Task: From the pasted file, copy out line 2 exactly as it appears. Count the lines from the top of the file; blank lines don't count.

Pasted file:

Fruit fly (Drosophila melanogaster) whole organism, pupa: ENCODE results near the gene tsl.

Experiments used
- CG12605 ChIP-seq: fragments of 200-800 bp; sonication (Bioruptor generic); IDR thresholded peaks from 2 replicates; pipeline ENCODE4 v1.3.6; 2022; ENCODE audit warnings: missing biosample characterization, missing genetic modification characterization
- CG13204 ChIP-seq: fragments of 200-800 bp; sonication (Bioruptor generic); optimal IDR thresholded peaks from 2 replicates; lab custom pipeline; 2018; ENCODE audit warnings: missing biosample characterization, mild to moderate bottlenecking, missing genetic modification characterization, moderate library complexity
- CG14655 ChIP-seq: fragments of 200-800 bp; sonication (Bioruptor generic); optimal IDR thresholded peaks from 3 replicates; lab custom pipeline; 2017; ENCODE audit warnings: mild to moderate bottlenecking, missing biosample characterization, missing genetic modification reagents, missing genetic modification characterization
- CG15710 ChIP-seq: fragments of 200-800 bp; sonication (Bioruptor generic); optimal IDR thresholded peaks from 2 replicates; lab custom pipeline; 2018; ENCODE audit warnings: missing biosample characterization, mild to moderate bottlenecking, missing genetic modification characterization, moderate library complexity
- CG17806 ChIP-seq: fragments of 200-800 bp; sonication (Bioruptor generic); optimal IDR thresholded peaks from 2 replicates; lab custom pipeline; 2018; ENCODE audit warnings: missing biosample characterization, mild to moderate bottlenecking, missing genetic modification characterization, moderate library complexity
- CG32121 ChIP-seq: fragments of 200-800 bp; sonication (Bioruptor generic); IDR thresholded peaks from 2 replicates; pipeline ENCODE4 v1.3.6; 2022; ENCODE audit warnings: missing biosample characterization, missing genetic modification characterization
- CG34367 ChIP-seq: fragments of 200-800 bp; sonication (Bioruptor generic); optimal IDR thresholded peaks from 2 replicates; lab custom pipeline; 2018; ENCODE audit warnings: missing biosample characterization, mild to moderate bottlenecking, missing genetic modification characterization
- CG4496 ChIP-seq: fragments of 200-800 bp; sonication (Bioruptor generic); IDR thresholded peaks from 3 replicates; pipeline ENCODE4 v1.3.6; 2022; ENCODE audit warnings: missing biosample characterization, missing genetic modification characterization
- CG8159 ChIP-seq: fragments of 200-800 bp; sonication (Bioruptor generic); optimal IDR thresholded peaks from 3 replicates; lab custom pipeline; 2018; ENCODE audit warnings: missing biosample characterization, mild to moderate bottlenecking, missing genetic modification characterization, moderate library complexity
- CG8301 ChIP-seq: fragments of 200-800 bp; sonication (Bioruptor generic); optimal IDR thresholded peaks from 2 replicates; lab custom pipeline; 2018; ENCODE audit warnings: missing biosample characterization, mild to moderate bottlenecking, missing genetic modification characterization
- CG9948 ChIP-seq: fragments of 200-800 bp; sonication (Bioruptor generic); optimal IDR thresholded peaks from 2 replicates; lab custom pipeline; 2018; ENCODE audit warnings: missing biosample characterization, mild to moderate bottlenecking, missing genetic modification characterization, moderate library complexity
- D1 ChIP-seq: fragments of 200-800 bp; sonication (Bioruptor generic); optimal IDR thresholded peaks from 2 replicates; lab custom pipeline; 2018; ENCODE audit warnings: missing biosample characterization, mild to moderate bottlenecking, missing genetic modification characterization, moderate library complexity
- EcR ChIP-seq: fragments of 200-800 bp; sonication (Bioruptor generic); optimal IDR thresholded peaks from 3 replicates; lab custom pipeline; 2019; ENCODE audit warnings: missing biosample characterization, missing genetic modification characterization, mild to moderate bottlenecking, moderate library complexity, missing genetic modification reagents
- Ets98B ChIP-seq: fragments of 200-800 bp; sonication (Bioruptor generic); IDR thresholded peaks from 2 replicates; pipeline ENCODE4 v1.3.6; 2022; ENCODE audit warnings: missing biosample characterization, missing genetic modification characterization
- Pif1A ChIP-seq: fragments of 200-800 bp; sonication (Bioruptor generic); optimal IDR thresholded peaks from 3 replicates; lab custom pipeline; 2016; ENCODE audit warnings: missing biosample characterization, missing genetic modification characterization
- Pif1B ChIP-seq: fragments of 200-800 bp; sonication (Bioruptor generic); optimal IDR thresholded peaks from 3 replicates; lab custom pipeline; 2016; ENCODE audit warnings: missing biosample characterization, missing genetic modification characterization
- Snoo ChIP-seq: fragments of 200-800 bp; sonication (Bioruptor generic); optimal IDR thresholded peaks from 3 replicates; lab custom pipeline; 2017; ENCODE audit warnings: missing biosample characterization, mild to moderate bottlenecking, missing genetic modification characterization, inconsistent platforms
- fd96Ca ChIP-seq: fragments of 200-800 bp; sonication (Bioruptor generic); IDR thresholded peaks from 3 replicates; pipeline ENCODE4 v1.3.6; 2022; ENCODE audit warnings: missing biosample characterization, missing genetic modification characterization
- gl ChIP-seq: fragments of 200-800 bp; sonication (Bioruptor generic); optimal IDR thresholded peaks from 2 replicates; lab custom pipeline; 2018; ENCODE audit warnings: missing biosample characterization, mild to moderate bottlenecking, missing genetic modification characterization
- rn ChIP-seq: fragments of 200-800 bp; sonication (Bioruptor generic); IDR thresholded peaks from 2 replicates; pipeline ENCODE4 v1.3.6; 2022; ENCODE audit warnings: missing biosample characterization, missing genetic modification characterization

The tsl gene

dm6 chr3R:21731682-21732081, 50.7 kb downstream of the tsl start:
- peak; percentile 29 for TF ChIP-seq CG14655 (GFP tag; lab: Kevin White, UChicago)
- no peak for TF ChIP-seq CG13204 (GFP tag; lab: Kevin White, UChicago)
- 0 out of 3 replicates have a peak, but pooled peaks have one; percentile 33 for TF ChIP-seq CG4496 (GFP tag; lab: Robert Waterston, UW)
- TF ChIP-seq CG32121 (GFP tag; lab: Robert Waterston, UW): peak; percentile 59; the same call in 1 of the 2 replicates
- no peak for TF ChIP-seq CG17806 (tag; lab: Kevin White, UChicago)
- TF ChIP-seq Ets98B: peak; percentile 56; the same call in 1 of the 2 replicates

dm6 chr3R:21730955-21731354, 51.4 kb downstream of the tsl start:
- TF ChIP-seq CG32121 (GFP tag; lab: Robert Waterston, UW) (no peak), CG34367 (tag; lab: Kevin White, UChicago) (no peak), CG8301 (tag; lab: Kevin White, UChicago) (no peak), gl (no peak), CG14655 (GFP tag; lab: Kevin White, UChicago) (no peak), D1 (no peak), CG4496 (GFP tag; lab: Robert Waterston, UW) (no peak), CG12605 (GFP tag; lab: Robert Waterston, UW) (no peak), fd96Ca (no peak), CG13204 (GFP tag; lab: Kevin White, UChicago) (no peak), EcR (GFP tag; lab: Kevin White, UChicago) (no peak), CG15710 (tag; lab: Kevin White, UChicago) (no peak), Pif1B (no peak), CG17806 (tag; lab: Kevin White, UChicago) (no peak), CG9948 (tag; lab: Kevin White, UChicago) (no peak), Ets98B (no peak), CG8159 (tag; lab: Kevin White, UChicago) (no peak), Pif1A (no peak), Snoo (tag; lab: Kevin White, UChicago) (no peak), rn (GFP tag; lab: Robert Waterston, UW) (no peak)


Experiments used